The strengthening of the law

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If Jesus came to release us from the law and set us free to live by the Spirit instead, then why did he say so much about the law in the Sermon on the Mount in Matthew 5-7?

Jesus was speaking to people who knew the law, and who depended on it as a means of righteousness. The law is meant to lead us to Jesus (Galatians 3:24) by showing us that our own righteousness is just “filthy rags” (Isaiah 64:6) compared to his standard of perfection.

So to drive the point home that we are in desperate need of a saviour, he raised the standard of the law – or rather, he explained that true righteousness is not just on the outside but is a matter of the heart. Adulterous glances and judgemental anger are on the level of adultery and murder, because God looks on the heart, not just outward appearances (1 Sam 16:7).

But didn’t Jesus really intend us to do the things he said in the Sermon on the Mount – loving our enemies, giving to those who ask us for things and not being anxious about anything? Yes, but not as a law.

Jesus did not come as another lawgiver like Moses. “The law was given through Moses; grace and truth came through Jesus Christ” (John 1:17). He came to give us grace – acceptance despite not living up to a standard, and power to live up to that standard without the threat of punishment and condemnation when we fail.

The difference between living under law and living under grace – apart from the fact that grace empowers you and the law does nothing to help you obey it – is that there is no pressure on you at all, and no threat of punishment hanging over your head if you mess up. If you know that you are free to try and fail, and if you stumble you can just get up and keep going again – then you’ll try.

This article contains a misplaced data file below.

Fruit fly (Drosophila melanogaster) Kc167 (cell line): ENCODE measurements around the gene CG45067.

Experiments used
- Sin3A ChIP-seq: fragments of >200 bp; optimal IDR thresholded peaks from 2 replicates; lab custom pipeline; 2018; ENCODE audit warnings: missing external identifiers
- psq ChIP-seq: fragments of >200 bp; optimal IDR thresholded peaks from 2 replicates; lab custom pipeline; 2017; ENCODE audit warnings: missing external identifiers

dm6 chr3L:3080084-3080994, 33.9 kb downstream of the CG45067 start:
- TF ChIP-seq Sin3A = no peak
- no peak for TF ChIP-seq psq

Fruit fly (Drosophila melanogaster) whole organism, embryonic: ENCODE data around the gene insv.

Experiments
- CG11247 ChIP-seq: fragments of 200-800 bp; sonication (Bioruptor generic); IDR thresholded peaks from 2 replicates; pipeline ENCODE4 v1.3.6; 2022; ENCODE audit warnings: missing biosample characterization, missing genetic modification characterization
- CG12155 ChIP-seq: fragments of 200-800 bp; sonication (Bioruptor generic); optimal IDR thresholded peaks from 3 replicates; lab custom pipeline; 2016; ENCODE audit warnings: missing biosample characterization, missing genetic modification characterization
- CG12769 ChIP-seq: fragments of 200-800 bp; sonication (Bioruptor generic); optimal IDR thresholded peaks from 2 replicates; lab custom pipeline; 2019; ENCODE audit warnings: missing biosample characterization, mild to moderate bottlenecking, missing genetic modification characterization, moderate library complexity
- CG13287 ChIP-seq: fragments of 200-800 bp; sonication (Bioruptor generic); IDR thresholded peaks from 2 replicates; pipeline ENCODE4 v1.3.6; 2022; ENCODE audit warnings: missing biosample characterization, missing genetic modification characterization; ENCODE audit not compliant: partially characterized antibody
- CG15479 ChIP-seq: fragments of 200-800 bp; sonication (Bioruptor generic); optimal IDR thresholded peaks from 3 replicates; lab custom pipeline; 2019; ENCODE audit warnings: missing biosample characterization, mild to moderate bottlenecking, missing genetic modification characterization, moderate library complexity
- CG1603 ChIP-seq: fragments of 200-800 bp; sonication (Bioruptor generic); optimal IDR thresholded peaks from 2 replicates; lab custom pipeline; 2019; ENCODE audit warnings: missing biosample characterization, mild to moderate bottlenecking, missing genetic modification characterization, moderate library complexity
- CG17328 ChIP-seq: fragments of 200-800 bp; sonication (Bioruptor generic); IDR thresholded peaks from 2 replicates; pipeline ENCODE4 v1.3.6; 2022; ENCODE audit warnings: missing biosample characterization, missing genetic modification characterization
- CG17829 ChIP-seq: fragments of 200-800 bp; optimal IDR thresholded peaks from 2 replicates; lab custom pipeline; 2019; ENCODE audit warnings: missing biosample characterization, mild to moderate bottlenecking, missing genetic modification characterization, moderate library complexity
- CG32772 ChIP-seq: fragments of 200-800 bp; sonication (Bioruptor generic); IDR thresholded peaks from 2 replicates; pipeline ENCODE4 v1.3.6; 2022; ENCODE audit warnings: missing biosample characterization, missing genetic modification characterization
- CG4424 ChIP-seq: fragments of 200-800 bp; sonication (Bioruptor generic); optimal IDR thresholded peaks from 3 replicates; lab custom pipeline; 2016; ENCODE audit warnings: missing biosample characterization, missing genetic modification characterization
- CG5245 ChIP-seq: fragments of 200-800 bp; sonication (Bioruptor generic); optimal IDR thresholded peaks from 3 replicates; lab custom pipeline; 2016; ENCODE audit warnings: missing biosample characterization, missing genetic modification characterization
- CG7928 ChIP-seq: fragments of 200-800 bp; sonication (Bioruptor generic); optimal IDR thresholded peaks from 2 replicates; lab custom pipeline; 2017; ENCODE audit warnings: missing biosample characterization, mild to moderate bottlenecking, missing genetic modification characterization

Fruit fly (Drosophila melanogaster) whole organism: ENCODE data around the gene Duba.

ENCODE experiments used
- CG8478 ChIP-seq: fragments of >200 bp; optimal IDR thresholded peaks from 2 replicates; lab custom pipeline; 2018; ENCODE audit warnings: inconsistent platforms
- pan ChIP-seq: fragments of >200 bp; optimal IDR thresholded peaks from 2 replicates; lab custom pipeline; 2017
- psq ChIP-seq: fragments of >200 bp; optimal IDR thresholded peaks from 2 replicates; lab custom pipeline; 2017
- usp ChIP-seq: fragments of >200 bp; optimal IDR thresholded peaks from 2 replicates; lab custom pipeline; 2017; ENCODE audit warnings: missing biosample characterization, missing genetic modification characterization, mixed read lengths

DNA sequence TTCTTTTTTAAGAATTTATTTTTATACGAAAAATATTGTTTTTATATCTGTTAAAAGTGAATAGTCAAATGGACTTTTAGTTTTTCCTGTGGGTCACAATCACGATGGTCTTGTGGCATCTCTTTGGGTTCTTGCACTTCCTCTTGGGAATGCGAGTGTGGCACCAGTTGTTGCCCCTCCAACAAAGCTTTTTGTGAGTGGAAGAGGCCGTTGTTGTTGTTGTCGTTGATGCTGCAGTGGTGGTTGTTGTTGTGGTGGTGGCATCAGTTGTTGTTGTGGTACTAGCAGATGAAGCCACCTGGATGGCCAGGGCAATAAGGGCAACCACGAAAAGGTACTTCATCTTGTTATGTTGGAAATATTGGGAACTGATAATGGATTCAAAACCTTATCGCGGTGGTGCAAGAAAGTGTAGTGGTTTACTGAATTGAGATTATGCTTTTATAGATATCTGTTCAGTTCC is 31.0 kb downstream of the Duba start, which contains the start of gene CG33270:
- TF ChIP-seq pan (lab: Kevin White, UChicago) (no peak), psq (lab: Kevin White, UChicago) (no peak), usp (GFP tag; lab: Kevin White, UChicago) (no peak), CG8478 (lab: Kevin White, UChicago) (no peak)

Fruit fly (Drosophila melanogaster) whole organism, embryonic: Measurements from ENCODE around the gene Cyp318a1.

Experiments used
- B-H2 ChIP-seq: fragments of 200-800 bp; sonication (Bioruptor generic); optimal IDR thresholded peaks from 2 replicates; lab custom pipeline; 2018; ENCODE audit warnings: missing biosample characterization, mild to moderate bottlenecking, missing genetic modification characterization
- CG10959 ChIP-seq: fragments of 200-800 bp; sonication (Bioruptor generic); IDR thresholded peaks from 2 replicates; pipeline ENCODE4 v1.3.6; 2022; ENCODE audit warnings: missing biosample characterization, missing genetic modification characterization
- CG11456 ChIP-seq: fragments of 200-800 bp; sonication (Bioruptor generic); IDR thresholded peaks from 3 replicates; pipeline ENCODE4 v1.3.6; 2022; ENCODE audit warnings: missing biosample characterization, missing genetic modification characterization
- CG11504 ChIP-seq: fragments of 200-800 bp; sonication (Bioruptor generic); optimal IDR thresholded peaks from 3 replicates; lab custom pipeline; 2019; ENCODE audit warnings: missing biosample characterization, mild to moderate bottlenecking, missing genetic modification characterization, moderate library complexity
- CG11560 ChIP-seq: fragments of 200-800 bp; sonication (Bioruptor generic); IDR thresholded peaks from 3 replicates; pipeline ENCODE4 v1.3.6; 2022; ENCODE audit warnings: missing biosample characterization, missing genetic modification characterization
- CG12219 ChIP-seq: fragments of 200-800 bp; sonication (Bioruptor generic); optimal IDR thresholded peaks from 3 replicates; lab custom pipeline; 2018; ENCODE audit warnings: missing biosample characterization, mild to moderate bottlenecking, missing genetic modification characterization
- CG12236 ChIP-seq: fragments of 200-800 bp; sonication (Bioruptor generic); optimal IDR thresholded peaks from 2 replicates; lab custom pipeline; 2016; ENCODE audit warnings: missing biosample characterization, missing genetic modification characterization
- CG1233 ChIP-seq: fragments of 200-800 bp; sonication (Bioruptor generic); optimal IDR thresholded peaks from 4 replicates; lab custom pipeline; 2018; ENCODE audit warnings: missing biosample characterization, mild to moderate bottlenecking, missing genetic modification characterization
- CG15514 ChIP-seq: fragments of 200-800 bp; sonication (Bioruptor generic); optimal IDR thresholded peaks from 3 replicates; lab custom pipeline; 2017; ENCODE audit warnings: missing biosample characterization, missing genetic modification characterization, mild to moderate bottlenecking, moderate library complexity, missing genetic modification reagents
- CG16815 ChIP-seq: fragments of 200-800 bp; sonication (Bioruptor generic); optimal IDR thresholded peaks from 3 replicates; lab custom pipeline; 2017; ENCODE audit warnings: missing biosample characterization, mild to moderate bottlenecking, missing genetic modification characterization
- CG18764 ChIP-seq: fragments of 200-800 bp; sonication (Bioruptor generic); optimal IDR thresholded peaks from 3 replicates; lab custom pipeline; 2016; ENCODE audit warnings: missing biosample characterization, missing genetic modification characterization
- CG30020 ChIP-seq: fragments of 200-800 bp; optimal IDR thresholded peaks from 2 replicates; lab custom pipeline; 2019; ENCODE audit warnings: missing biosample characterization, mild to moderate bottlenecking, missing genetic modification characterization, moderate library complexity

For reflection:

Jesus often answered people by pointing to the law. When the rich young ruler asked him how to get eternal life, Jesus gave a strange answer – he didn’t say, “believe in me.” Instead, he said, “You know the commandments – ‘Do not commit adultery, do not murder, do not steal ...’” (Luke 18:20). He left out the commandment, “Do not covet”, which was the man’s real problem, as he soon discovered.

The reason Jesus talked to so many people this way was not because we really are under the law after all, as some people seem to think, but because he wanted the law they were already under to do its work and make them aware that they needed to be saved by him:

“The law was put in charge to lead us to Christ so that we might be justified by faith. Now that faith has come, we are no longer under the supervision of the law” (Galatians 3:24-25)

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